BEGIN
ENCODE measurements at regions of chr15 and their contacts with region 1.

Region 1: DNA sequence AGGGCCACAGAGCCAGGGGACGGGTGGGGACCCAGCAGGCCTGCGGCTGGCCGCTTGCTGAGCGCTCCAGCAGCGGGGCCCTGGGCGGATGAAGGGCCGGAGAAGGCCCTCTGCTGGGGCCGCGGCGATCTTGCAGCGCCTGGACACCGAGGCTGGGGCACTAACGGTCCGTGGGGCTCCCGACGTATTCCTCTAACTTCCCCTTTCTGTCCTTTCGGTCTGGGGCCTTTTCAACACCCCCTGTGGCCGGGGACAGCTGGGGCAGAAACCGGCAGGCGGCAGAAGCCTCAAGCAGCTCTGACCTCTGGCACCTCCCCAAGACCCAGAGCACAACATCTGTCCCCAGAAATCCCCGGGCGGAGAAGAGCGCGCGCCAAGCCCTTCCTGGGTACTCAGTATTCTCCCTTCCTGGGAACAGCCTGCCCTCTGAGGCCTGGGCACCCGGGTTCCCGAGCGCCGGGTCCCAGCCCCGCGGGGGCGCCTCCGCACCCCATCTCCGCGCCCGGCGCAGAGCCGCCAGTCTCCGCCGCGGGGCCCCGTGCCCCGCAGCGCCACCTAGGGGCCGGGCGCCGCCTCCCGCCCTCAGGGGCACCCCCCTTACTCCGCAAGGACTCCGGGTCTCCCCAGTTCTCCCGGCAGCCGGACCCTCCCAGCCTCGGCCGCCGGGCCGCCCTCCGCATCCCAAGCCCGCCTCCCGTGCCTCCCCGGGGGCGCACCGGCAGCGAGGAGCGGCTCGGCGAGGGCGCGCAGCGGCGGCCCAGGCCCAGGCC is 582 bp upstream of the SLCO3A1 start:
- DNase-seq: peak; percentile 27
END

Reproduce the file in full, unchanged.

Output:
ENCODE measurements at regions of chr15 and their contacts with region 1.

Region 1: DNA sequence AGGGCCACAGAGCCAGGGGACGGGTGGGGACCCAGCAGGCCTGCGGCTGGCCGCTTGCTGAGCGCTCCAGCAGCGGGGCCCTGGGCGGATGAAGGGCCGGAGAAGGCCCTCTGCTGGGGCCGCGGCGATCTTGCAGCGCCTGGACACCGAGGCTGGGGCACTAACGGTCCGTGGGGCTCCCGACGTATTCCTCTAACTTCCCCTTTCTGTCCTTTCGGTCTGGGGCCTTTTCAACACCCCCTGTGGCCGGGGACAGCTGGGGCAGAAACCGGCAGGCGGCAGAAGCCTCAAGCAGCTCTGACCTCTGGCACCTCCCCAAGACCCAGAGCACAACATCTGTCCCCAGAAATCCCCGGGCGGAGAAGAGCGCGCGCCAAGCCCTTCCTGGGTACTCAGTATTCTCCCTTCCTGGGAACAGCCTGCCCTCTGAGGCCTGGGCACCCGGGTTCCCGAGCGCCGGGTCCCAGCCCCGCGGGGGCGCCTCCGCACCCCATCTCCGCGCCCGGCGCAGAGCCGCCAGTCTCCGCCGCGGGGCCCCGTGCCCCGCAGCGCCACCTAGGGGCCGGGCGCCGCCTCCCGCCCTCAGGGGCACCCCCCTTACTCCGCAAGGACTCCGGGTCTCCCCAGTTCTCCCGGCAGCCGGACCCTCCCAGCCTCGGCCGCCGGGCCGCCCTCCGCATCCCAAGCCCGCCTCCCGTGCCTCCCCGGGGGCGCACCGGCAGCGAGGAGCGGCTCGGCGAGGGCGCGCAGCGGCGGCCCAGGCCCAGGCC is 582 bp upstream of the SLCO3A1 start:
- DNase-seq: peak; percentile 27